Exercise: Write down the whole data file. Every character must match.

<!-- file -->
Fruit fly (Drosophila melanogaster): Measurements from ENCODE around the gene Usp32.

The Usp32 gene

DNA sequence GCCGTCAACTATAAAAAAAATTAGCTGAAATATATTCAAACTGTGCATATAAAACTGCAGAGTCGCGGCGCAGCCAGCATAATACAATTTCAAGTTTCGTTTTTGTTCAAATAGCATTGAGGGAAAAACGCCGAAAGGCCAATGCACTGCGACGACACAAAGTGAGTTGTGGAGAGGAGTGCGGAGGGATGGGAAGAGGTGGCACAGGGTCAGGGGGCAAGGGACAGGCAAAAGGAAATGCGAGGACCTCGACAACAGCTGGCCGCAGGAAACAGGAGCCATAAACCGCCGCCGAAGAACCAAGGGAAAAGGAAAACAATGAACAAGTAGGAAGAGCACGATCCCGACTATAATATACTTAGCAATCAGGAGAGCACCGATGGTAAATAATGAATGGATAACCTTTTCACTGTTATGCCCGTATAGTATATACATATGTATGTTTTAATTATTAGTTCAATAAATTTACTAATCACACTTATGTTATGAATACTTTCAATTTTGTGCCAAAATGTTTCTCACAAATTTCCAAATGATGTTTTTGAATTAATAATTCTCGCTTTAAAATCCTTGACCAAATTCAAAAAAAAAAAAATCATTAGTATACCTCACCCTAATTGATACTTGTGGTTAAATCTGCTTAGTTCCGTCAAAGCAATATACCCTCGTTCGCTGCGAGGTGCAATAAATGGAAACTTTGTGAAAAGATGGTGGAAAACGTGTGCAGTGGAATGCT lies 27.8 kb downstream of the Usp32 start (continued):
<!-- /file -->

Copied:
Fruit fly (Drosophila melanogaster): Measurements from ENCODE around the gene Usp32.

The Usp32 gene

DNA sequence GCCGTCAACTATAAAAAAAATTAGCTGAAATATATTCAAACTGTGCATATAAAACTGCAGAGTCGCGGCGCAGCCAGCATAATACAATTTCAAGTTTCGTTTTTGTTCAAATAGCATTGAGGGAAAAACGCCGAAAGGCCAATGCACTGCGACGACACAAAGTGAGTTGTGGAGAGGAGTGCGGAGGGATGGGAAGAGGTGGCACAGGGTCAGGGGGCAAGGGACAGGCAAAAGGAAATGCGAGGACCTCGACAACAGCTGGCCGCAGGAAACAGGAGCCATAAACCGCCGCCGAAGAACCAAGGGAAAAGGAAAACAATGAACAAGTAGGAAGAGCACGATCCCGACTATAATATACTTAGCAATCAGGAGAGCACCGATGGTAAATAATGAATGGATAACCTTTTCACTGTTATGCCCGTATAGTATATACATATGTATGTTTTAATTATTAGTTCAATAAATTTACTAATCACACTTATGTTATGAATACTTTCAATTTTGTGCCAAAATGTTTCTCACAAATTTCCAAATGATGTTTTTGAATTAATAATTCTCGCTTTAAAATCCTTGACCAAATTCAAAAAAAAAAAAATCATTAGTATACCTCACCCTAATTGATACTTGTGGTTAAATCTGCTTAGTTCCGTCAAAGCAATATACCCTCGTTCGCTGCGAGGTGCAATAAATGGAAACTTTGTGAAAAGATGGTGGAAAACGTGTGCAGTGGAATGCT lies 27.8 kb downstream of the Usp32 start (continued):